A credit score is an extremely important part of an individual's financial identity. The importance of a credit score understandably makes many consumers wary about being late on mortgage and car payments, but there are many who also worry about everyday bills, such as cable and utility bills. While the latter type of bills are not as directly tied to your credit score, they can still affect your credit.
For lenders, a credit score determines your reliability as a borrower of money. The lower your credit score, the more risky a lender's money is in your hands. There are a variety of credit scores issued by various credit rating agencies. One of the best known scores, the Fair, Isaac FICO score rates credit on a scale of 300 to 850.
Extensions of Credit
Because credit scores are used largely by creditors to determine a potential borrowers worthiness to take out credit, the most important sources of credit information tend to come from instances in which credit has been extended to an individual, such as with a car loan or a home mortgage. If a borrower has a history of being late or defaulting on these kinds of payments, it is statistically likely he will do so again.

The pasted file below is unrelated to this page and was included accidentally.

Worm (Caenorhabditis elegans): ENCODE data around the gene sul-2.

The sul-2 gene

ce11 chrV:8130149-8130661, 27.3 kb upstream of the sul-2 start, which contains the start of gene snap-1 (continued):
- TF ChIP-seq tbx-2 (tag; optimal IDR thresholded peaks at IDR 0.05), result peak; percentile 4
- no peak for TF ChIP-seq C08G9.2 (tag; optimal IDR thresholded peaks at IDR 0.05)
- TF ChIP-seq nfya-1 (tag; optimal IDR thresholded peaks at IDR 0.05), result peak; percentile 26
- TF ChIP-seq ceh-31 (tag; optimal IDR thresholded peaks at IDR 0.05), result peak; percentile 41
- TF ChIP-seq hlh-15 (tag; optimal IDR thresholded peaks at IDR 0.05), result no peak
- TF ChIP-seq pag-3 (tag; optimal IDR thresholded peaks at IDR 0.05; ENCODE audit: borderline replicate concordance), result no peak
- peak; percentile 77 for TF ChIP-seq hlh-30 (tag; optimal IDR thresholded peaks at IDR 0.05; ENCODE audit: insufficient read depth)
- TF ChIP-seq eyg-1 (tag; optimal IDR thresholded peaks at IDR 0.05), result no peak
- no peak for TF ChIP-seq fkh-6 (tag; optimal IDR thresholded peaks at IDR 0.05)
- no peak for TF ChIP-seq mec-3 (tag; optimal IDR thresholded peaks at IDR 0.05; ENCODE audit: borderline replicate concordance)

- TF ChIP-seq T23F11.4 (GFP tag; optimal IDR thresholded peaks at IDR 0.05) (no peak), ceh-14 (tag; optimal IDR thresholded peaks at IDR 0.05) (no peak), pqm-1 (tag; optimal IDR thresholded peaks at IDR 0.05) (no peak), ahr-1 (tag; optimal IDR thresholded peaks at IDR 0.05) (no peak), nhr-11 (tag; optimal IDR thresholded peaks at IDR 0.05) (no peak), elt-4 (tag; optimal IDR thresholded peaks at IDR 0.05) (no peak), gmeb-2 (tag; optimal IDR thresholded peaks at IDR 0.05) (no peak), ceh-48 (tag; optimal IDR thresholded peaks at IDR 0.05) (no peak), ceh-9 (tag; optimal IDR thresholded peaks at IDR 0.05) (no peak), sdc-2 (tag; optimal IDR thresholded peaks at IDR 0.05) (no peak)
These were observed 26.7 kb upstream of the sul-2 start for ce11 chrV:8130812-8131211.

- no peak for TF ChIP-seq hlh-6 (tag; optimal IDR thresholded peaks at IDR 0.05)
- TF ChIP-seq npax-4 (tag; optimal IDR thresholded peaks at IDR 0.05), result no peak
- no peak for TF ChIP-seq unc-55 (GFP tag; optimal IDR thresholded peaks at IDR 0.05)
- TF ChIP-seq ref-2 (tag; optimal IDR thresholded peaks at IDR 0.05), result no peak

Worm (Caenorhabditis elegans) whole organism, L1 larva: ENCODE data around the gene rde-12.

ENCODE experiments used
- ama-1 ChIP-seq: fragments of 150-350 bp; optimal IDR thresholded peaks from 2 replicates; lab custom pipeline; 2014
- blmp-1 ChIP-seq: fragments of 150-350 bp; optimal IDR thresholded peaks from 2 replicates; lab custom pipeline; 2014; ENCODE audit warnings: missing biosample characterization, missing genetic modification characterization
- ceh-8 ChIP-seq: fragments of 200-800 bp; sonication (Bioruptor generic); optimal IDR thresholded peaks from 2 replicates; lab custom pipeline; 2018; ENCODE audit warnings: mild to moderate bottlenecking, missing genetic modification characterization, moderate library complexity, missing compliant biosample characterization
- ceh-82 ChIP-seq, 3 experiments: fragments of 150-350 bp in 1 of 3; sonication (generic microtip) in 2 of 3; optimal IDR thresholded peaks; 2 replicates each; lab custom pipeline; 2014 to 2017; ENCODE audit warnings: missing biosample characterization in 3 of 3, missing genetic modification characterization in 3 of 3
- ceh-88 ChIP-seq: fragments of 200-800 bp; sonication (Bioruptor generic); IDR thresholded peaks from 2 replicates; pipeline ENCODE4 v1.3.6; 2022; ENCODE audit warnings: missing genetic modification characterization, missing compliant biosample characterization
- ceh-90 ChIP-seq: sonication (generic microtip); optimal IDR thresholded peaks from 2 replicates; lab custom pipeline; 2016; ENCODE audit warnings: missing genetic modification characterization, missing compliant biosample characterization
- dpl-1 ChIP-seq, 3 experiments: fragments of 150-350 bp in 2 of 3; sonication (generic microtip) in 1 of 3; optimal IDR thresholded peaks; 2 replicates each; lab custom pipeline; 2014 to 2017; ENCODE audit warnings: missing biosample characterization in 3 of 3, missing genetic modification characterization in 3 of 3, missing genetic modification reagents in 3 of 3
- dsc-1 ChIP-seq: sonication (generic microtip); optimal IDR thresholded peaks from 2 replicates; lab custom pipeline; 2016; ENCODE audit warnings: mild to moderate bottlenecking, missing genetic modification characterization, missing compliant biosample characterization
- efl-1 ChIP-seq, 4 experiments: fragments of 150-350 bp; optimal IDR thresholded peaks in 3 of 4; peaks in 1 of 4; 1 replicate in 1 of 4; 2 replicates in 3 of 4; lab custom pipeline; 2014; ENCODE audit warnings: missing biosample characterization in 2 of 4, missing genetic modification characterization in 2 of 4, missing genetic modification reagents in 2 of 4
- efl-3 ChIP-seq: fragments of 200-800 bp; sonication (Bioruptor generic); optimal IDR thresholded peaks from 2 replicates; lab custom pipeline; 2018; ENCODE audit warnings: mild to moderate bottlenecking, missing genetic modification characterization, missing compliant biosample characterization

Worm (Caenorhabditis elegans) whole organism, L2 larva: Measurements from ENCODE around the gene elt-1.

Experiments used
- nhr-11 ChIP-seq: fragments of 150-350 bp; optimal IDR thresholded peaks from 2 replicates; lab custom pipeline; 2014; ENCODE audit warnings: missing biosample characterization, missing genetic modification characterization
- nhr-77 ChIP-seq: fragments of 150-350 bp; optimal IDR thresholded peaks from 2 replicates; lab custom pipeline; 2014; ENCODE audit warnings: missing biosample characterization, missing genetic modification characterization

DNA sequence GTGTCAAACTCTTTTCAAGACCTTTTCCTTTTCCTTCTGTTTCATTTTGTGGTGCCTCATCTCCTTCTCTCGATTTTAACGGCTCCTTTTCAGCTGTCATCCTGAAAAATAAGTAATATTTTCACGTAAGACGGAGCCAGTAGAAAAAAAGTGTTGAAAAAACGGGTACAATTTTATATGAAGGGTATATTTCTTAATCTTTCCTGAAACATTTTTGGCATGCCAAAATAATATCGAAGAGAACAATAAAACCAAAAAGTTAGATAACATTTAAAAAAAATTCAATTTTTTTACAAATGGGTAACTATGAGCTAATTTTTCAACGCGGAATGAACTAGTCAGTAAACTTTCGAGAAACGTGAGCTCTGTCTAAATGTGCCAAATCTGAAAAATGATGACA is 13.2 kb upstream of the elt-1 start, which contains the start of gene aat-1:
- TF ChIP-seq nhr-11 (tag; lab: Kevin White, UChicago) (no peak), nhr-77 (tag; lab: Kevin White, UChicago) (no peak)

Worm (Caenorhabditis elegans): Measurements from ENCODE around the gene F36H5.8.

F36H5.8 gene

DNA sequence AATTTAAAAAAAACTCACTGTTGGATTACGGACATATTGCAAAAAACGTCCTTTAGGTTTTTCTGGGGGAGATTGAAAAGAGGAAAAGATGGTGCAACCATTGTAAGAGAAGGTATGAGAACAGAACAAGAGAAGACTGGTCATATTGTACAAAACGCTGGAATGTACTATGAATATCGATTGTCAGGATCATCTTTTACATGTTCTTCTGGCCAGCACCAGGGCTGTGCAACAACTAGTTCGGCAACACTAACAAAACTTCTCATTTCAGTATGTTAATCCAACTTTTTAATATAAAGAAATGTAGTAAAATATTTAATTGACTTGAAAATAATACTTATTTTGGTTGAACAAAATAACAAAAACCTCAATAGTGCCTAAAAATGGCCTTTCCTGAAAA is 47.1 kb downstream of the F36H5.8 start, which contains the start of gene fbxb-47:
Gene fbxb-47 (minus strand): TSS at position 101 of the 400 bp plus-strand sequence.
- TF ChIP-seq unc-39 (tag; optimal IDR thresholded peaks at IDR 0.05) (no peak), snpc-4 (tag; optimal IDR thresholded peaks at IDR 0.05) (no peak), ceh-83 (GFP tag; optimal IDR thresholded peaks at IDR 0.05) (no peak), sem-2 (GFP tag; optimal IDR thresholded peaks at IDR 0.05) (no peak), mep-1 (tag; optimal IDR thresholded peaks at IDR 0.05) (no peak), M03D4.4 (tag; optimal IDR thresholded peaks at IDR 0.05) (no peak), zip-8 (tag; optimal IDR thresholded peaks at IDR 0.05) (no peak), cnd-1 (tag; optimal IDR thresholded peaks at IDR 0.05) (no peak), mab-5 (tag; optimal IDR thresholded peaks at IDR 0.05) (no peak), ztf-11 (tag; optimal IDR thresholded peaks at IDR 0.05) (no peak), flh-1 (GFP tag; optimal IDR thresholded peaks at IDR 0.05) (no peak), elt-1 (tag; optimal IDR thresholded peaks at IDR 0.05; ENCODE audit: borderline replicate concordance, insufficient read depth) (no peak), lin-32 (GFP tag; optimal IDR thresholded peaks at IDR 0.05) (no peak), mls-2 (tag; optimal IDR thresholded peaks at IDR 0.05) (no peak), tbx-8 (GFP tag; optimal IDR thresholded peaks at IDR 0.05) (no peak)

Cable bills, like rent on an apartment, utility bills, parking tickets and any other number of routine payments, are not actually extensions of credit. Cable and utility companies do not normally report late payments to credit agencies. However, this is not always the case. Some companies will report to credit agencies sooner than others, and it is not always easy to tell which ones report and which do not.
When a cable bill goes unpaid, many companies will send the unpaid account to a collection agency, which will take over the bill-collection efforts. Unpaid bills are almost always reported to credit rating agencies by collection companies. These types of unpaid bills will certainly affect your credit.